The Navy on Monday released the first details regarding three junior officers charged for their alleged roles in the destroyer Fitzgerald’s collision with a merchant vessel last summer, an incident that killed seven sailors.
Two of the officers remain unidentified, and Navy officials said their names will be made public at their hearing this week.
Lt. j.g. Sarah Coppock was the officer of the deck, or OOD, early on June 17, when the Fitz was steaming off Japan, according to a charge sheet released by the service.
She will face a special court-martial Tuesday in Washington and is charged with dereliction in the performance of duties through neglect resulting in death, according to the charge sheet.
As OOD, Coppock oversaw ship navigation when the commanding officer was not present.
She is accused of failing to comply with the commanding officer’s standing orders, as well as international water navigation rules.
It was Coppock’s duty to communicate with the ship’s combat information center, report ship contacts to the skipper, operate safely in high-density traffic and “alert crew of imminent collisions,” the charge sheet states.
While the Navy has refused to make public any of its investigations into the disaster, a review released last fall found the OOD didn’t attempt to contact the commercial ACX Crystal ship via radio, nor did she attempt to maneuver to avoid the Crystal until a minute before the collision.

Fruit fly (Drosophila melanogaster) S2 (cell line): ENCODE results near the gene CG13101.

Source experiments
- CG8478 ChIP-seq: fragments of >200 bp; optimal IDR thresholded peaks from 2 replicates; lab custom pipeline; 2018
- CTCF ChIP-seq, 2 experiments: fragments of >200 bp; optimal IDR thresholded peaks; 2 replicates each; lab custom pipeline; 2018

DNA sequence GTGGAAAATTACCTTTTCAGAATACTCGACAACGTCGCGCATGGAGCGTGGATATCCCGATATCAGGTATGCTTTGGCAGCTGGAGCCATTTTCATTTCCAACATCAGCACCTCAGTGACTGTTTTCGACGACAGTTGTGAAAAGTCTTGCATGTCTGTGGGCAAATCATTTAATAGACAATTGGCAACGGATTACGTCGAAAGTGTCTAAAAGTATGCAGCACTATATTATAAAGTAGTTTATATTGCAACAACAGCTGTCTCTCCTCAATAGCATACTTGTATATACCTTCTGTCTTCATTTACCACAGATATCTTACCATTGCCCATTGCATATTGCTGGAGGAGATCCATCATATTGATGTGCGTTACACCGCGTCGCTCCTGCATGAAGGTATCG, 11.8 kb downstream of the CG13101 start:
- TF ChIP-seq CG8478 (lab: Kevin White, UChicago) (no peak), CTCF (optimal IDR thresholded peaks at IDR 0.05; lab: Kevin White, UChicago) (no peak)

At one point, the Fitz crossed the bow of an oncoming merchant ship at a range of less than 650 yards — fewer than four ship lengths — and the OOD never informed the captain, a violation of standing orders that require the skipper to be summoned to oversee hazardous conditions.
The Fitz’s crew had no warning before the hulking Crystal plowed into her starboard side. The impact flooded sailors’ living quarters in less than a minute, according to the review.
The ship’s captain, Cmdr. Bryce Benson, was asleep, and the Crystal’s bow punched into his quarters. He was injured and rescued by crew members as he clung to the side of the ship.
He faces an Article 32 hearing to determine if he will be court-martialed later this month.
On Wednesday, two Navy lieutenants will face Article 32 proceedings for their roles in the Fitz collision.
One, a woman whose name was redacted in the charge sheet provided by the Navy, was serving as the tactical action officer at the time.
Known as a TAO, the officer is responsible for the weapons, propulsion and sensors while the captain is away, and has the authority to maneuver.
She was derelict by failing to communicate with the bridge regarding safe speed and maneuvering recommendations, while failing to enforce efficient watch standing in the combat information center, which handles weapons systems and radar, according to the charge sheet.
Last year’s review found watch standers in the center failed to “tune and adjust their radar to maintain an accurate picture of other ships in the area.”
An unidentified male lieutenant faces the same charges as the unidentified female lieutenant.
He was serving as the surface warfare coordinator in the combat information center and is accused of failing to provide recommendations to the TAO and the bridge, while failing to stand his assigned station or ensure proper watch standing was carried out, according to the charge sheet.
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